The 1st April 2020 deadline is looming for residiential landlords to ensure their rental properties comply with energy efficiency regulations. Specialist landlord and tenant solicitor, Mike Hansom, is ready with some practical advice. Should you have any questions, please call him on 01225 462871, email him or complete the Contact Form at the foot of this page.
Businesses are increasingly facing up to and taking steps to reduce their carbon footprint. The driving force may be compulsion (regulation), a need to lower costs or a desire to be seen occupying the moral high ground.
The reality is that over the coming years there will be increasing pressure on all of us to substantially reduce or even eliminate our carbon footprint and, through compulsion, business will be in the vanguard of emissions reduction. And that includes residential landlords – in fact, the starting pistol was fired some years ago.
As a result of The Energy Efficiency (Private Rented Property) (England and Wales) Regulations 2015 (the “MEES Regulations”), since 1st April 2018, unless an exemption applies, landlords have been prohibited from granting a new tenancy, renewal or extension unless the property has a minimum Energy Performance Certificate (EPC) rating of at least E. From 1st April 2020, this applies to all tenancies – that includes existing ones.
This means that after 1 April this year, all landlords whose properties fail to comply are likely to breach the MEES regulations, making them at risk of a fine. The maximum fine per property is £5,000. It is possible to register for exemptions, but these are temporary.
The energy-efficiency of a property is graded between A and G, with A being the best – ie most energy-efficient – and G being the worst. As you would expect, new-build homes tend to have high EPC ratings, while older homes often have lower ratings of around D or E.
But frankly, with an average rating of D across all dwellings in England and Wales, it’s not surprising that the murmurs from government are that they see a minimum rating of E for rental properties as just the starting point. So don’t be surprised if, whether incrementally or otherwise, the next few years sees an upwards movement of that minimum to C.
How to improve an EPC rating
There a many ways to improve the EPC rating of a property, some far more involved (and potentially expensive) that others. Here are five straightforward steps:
Insulate the loft or roof
Heat is lost easily through the roof if it is not insulated properly. The recommended thickness of insulation is 270mm.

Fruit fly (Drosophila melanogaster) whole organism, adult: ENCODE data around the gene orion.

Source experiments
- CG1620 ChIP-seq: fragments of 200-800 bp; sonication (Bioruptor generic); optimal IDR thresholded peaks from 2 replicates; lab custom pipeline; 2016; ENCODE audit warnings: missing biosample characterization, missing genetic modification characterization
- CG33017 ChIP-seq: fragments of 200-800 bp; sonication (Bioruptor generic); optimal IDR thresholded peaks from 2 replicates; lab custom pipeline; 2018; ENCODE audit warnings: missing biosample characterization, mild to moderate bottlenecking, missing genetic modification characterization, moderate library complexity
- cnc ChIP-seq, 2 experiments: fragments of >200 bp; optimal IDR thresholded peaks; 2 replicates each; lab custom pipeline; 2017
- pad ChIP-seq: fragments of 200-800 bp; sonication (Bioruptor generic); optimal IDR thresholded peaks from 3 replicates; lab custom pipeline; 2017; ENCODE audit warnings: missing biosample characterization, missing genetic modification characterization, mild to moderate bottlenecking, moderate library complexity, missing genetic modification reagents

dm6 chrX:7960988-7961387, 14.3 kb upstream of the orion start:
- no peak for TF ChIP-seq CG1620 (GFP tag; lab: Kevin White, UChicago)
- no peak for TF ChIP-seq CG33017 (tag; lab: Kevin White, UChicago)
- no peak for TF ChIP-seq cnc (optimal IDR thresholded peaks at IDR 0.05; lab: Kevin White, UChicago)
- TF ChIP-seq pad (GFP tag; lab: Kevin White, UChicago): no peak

Insulate the walls
Heat also escapes through the walls. Having cavity wall insulation injected between the inner and outer brickwork can make a significant difference to heat loss.
This may seem like small change, but it can make a real difference. Properties do need some air to circulate to prevent condensation, but consider:
- Fitting a brush strip to the bottom of doors.
- Installing double glazing or, if that is not feasible or affordable, use caulk, spray foam or weather stripping to seal draughty windows.
- Fitting a plate to stop cold air coming in through the letter box.
- Fitting metal discs to cover keyholes.
- If the fireplace is not used, fit a chimney draught excluder or have the chimney pot capped.
Upgrade the boiler
Older boilers can be inefficient and maintaining them can be expensive.
Fit low-energy lighting
Installing low-energy LED or CFL lighting is a quick and easy way to make a saving on electricity bills.
The cost of improving an EPC rating
Landlords will be pleased to hear that the expenditure requirement to improve an EPC rating is not open ended. The government has imposed a costs cap of £3,500 for carrying out improvements to raise an EPC rating to E or above. While this means that a landlord cannot be required to spend more than that, in most cases the cost will be less. Also, in calculating the overall cost, you are permitted to include the cost of any work done since 1st October 2017 to improve the energy efficiency of the property.
If the works will cost more than £3,500, as long as you can demonstrate that you have done as much as possible up to that sum, you can register an exemption. This will give you a period of 5 years before you are obliged to try to improve the rating again, and if applicable you can apply for a further exemption.
Is there any financial help available for landlords?
The ‘Green Deal’ was withdrawn in 2015. However, some government grants are still available towards the cost of loft and cavity wall insulation. The government’s online energy grants calculator can help you to find out whether you are eligible for help.
The Energy Saving Advice Service can advise what help is available in your local area (if any) and whether you would qualify for financial assistance. You can call them on 0300 123 1234.
Don’t forget that if they pay the fuel bills, your tenant may also be eligible for an insulation grant, so this is worth investigating with them on the basis that you will pay any balance due.